Two Plays on a Trade Recovery in 2020

Two Plays on a Trade Recovery in 2020

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  • Easing trade tensions will allow these laggards to catch up with the market next year.

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  • The on-again, off-again trade war headlines of the past few years have been tough on a few companies. Besides technology companies and those with a heavy manufacturing presence overseas, trade and logistics companies had a tough year as well.

    With high uncertainty and lower trade as a result, companies in the business of moving and shipping goods and services faced a challenging year.

    These companies should make up for missing out on part of 2019’s rally.

    Trade Recovery Play #1: CSX Corporation (CSX)

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  • This railroad operation is a play on trade in the population-dense East Coast of the United States, thanks to the railroad’s network that covers 23 states east of the Mississippi River and into Eastern Canada.

    The company’s freight transportation allows to move heavy goods such as automotive and agricultural products, various ores, and other goods that would be prohibitively expensive to ship by any other means.

    Although the railroad may not ship goods directly from Pacific ports, the railroad operates deep-water port facilities on the East Coast as well, making it one of the best trades in transportation right now.

    Thanks to how American railroads are structured, CSX’s regional monopoly in the East Coast makes it a solid investment for both 2020 and beyond.

    Shares of the railroad are up 17 percent in the past year, lagging the S&P 500 Index by about 12 percent.  Thanks to that under-performance, the company trades at 16 times earnings, a reasonable valuation given the company’s regional monopoly.

    Although the trade war fears and lower shipping volumes in 2019 translated into a 4 percent decline in revenue and earnings, that can easily reverse into growth in 2020. Meanwhile, the railroad’s 28 percent profit margin shows the power of the business.

    We like shares up to $75, but they can be bought well under $73 right now.

    At current prices, shares yield 1.3 percent. While not a huge dividend yield, CSX has raised the dividend gradually in recent years, with the most recent bump from $0.94 to $0.96 annually. This makes a better fit for long-term growth, and for investors looking for future income and don’t need it now.

    As more of a steady player, we don’t see huge moves in shares either way, so options traders won’t get the best value for their trading dollars in this railroad play. But for investors looking for slow and steady returns unlikely to lose money, CSX is a tough stock to beat.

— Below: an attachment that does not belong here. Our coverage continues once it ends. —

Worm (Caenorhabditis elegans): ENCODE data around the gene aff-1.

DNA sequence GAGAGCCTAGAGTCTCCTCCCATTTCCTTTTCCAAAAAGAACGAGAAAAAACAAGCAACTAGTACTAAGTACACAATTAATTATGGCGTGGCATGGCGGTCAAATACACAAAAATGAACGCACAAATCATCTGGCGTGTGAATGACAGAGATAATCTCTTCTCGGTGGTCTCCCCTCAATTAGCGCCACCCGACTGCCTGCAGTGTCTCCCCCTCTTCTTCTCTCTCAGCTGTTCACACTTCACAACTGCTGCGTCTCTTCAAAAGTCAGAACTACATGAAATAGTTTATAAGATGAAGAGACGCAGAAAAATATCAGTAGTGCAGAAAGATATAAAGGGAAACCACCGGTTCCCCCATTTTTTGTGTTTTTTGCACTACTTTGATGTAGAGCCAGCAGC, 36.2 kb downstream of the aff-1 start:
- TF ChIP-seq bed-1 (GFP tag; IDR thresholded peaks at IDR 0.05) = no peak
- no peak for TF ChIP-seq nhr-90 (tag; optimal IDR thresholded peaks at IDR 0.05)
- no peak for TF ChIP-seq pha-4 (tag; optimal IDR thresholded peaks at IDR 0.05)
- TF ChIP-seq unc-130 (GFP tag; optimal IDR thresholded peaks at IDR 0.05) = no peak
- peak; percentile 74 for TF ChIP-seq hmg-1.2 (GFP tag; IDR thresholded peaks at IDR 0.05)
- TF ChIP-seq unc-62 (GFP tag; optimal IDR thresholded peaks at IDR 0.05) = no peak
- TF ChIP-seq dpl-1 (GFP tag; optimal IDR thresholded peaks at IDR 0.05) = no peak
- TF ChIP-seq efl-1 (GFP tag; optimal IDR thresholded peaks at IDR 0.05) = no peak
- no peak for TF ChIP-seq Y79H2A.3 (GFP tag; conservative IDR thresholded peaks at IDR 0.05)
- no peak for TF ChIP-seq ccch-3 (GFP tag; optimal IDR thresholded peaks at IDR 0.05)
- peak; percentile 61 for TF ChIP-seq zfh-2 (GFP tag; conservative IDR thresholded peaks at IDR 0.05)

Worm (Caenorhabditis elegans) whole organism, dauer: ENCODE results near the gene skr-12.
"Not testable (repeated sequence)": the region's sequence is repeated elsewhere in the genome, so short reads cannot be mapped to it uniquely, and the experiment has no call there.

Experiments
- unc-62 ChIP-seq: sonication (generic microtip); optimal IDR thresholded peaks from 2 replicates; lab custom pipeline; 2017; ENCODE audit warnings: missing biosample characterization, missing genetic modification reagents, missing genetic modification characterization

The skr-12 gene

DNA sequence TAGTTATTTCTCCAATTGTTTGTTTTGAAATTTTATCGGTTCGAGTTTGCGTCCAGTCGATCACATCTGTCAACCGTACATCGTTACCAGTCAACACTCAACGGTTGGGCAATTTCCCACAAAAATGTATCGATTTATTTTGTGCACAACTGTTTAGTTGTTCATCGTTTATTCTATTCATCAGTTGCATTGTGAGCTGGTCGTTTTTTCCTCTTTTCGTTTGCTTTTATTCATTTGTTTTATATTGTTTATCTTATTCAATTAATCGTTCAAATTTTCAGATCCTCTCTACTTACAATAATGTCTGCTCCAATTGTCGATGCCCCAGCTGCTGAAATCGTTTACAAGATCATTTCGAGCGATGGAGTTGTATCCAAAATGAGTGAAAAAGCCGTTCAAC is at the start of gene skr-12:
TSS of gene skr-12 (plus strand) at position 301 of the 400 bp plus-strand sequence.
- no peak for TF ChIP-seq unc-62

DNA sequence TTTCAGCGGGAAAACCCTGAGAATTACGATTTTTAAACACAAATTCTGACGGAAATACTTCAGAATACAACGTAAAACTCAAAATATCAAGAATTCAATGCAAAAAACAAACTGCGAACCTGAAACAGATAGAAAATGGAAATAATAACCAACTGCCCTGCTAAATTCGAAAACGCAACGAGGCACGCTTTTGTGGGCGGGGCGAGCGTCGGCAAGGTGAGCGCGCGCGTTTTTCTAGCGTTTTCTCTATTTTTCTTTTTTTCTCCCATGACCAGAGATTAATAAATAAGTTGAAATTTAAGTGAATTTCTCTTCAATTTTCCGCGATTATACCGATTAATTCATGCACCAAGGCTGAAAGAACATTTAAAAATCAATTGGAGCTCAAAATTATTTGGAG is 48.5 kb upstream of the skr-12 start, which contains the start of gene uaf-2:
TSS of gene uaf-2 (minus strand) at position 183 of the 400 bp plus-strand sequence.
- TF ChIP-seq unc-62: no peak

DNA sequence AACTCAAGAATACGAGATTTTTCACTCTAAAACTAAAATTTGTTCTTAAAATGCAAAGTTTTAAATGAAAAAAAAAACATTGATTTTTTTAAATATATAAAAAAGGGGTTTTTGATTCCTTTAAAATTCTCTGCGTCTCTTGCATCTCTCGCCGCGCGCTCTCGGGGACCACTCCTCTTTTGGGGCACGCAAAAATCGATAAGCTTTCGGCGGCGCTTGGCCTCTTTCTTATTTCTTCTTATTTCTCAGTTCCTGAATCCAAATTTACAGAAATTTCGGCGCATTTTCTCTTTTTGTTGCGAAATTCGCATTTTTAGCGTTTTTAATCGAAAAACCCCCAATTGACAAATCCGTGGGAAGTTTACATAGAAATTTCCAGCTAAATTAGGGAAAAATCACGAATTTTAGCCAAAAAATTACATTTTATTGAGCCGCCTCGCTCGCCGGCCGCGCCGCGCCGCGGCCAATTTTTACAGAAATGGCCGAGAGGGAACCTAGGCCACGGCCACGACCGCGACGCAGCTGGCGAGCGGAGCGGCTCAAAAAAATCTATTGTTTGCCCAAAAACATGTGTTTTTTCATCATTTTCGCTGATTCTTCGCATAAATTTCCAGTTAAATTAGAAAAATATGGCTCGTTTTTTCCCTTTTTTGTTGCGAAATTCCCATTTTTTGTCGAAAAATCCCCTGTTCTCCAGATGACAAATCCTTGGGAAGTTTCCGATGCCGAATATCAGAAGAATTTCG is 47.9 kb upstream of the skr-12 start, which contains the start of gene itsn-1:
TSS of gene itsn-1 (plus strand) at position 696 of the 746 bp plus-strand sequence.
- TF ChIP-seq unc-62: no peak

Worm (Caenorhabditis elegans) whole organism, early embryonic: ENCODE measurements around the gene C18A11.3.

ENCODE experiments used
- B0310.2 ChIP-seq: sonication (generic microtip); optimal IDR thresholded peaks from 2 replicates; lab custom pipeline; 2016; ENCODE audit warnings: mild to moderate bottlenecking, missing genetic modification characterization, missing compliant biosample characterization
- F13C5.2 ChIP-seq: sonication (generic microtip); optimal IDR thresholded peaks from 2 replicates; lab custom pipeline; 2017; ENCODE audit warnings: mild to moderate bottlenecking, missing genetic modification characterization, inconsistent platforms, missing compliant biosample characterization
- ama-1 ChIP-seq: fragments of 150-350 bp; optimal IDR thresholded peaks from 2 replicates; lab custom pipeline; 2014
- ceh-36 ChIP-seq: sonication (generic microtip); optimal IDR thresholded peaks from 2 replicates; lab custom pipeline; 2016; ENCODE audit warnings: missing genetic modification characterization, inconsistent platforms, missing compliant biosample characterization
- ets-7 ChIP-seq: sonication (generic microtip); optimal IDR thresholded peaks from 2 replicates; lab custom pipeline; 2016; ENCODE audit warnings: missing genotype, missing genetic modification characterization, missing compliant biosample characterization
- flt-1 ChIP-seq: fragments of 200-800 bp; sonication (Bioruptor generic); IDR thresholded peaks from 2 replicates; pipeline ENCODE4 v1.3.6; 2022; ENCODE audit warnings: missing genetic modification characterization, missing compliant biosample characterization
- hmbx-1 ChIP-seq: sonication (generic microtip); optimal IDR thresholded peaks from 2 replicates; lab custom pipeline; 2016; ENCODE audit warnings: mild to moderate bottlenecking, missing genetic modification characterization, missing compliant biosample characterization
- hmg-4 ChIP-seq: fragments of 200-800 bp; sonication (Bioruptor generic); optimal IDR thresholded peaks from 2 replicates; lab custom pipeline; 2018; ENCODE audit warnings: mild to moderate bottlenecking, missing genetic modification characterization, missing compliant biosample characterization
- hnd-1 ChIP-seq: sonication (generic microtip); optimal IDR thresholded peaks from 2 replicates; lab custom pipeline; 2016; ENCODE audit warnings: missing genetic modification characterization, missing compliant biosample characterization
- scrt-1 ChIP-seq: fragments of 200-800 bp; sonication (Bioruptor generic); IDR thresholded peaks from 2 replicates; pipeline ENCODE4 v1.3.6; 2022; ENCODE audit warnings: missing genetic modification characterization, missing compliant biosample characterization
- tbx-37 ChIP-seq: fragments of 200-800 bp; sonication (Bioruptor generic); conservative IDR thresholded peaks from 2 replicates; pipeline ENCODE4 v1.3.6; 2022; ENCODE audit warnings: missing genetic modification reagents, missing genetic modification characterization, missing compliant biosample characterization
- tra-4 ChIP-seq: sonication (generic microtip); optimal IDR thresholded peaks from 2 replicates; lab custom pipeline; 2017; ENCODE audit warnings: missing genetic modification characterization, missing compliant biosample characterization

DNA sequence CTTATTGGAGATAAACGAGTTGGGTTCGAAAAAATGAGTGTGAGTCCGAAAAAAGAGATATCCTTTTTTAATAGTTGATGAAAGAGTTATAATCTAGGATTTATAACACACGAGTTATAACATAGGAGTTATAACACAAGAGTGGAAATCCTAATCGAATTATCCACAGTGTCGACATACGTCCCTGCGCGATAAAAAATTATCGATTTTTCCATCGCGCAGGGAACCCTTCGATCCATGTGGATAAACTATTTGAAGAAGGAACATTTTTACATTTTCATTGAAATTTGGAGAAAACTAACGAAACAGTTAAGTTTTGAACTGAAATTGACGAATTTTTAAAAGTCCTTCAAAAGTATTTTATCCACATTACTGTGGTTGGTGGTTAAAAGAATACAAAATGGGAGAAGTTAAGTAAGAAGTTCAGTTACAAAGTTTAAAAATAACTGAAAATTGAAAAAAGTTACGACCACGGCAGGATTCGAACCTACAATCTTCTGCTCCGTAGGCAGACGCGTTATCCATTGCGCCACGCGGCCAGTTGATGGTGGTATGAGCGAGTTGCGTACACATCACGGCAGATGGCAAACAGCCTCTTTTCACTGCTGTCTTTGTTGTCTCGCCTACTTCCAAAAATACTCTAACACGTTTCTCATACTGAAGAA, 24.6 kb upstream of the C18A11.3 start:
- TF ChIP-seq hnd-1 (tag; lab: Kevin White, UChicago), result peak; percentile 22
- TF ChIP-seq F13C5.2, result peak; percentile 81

Trade Recovery Play #2: Werner Enterprises (WERN)

    With operations in the United States, Mexico, Canada, and China, trucking company Werner Enterprises engages in the shipping of general commodities, including both short-haul and long-haul.

    With a fleet of over 7,800 trucks, 7,200 of which are company-owned, there’s room to grow from adding independent contractors or adding future growth.

    Insiders own 36 percent of the company—a huge percentage that ensures that shareholders who invest alongside company insiders will be rewarded over the long haul, even if there are underperforming years like 2019. We like the insider ownership in this space.

    In the past year, shares have risen 22 percent, lagging the S&P 500 by 7 percent.

    However, with shares trading at 16 times earnings, they’re still at a discount to the overall market. What’s more, the company only saw revenue drop by 1.8 percent in the past year, a small amount considering all the trade war and tariff fears at the time.

    Even better, with only $300 million in debt against a $2.5 billion market cap, the company isn’t heavily leveraged and has the financial strength to weather far worse years than 2019. That makes shares attractive both in the short-term, and for the long haul.

    Shares are a buy up to $37.50. The company currently yields just under 1 percent. As Werner is paying out only 15 percent of its earnings in dividends right now, there’s room for growth there. The company’s dividend has been flat in recent years, making it a less attractive play at the moment relative to CSX with its policy of dividend growth.

    With a further rally in shares in mind, the June 2020 $40 call options, trading for around $1.55, or $155 per contract, look like an interesting play here. Given the limited options available for the company, traders should tread lightly here, but could still get 30-50 percent profits in the next few months with this trade as shares head higher.

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